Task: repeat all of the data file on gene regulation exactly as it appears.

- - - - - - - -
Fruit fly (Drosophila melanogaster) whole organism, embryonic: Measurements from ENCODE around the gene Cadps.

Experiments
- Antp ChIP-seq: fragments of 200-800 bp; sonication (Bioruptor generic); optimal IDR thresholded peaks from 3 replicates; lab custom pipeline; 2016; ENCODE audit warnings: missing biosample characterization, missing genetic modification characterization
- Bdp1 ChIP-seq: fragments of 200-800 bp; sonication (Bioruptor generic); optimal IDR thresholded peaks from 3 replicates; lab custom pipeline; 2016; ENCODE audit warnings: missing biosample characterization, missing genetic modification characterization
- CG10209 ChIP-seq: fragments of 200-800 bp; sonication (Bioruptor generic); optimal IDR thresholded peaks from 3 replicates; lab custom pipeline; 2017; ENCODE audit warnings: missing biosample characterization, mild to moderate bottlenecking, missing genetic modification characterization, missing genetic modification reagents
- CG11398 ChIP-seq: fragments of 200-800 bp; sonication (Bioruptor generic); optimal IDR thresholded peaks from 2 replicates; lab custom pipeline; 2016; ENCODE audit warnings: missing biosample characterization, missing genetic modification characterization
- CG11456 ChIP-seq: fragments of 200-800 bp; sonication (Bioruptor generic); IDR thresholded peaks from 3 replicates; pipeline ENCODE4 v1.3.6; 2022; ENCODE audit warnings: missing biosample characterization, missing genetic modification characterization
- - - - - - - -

Fruit fly (Drosophila melanogaster) whole organism, embryonic: Measurements from ENCODE around the gene Cadps.

Experiments
- Antp ChIP-seq: fragments of 200-800 bp; sonication (Bioruptor generic); optimal IDR thresholded peaks from 3 replicates; lab custom pipeline; 2016; ENCODE audit warnings: missing biosample characterization, missing genetic modification characterization
- Bdp1 ChIP-seq: fragments of 200-800 bp; sonication (Bioruptor generic); optimal IDR thresholded peaks from 3 replicates; lab custom pipeline; 2016; ENCODE audit warnings: missing biosample characterization, missing genetic modification characterization
- CG10209 ChIP-seq: fragments of 200-800 bp; sonication (Bioruptor generic); optimal IDR thresholded peaks from 3 replicates; lab custom pipeline; 2017; ENCODE audit warnings: missing biosample characterization, mild to moderate bottlenecking, missing genetic modification characterization, missing genetic modification reagents
- CG11398 ChIP-seq: fragments of 200-800 bp; sonication (Bioruptor generic); optimal IDR thresholded peaks from 2 replicates; lab custom pipeline; 2016; ENCODE audit warnings: missing biosample characterization, missing genetic modification characterization
- CG11456 ChIP-seq: fragments of 200-800 bp; sonication (Bioruptor generic); IDR thresholded peaks from 3 replicates; pipeline ENCODE4 v1.3.6; 2022; ENCODE audit warnings: missing biosample characterization, missing genetic modification characterization